New Spectre-esque security flaw found

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A new vulnerability has been found in Intel's processors reminiscent of the Spectre and Meltdown flaws which had everyone up in arms last year.

For those of you in need of a memory refresh – Spectre and Meltdown were two flaws which allowed hackers to pull out sensitive data directly from the computer's processor, including passwords.

Given the scope of those flaws (pretty much all compuational devices out there), manufacturers rushed to get a fix out, many of which caused even greater problems.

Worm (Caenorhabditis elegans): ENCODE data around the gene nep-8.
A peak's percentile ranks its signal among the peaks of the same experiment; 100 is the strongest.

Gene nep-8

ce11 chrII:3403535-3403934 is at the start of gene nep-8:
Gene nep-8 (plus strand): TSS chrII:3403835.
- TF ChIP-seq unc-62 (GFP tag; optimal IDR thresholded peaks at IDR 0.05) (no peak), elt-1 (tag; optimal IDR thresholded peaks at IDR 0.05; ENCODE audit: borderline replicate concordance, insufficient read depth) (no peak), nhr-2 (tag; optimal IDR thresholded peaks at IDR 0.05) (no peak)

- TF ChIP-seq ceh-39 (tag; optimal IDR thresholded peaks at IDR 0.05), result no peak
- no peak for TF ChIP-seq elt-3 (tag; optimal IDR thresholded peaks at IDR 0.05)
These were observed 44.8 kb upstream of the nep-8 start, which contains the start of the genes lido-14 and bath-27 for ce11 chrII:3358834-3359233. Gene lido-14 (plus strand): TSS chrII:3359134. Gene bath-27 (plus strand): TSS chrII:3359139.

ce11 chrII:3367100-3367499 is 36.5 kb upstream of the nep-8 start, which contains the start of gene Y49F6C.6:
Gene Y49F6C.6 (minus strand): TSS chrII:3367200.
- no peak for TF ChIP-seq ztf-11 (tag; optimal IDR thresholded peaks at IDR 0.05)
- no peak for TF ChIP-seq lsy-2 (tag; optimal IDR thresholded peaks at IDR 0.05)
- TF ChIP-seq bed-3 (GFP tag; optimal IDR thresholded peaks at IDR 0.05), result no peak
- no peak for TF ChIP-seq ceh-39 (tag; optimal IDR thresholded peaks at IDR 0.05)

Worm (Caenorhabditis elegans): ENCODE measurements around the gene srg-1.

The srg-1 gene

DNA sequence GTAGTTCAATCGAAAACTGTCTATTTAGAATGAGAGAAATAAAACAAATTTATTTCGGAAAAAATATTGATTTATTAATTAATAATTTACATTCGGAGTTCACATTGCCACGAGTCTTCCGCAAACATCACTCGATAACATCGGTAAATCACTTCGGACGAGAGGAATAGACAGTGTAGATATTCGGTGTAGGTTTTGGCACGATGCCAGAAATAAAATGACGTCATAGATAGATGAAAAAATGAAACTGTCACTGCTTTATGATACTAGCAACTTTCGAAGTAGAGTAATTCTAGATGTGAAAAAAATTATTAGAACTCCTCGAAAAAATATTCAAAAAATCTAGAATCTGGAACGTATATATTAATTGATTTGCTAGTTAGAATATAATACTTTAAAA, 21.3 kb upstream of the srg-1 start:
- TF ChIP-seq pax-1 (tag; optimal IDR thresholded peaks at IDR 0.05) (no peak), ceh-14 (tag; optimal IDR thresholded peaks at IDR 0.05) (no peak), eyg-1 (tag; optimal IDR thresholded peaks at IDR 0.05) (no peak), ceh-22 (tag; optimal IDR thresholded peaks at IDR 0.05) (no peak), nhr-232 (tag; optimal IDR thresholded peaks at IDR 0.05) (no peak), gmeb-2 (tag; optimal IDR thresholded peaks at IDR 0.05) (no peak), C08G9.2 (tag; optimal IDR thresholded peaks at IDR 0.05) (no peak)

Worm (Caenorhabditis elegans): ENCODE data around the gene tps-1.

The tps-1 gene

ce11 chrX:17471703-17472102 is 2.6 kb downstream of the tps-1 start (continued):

The new vulnerability, called ZombieLoad, works on the same principle as the ones we've seen last year. It's a side-channel attack made up of four individual flaws in the Intel chip itself. When the processor receives more data than it can handle, it employees the microcode to make sure it doesn't crash. This can be described as data leakage, which malicious actors can exploit.

All processors, from 2011 until today, are vulnerable. AMD and ARM chips are safe, though.

As sinister as all this may sound, it's still not that easy to mount an attack using these vulnerabilities. In fact, hackers would still need you to download a virus in order to be able to use the vulnerability.

According to Daniel Gruss, one of the researchers who discovered the latest round of chip flaws, the flaw is easier than Spectre, but harder than Meltdown.

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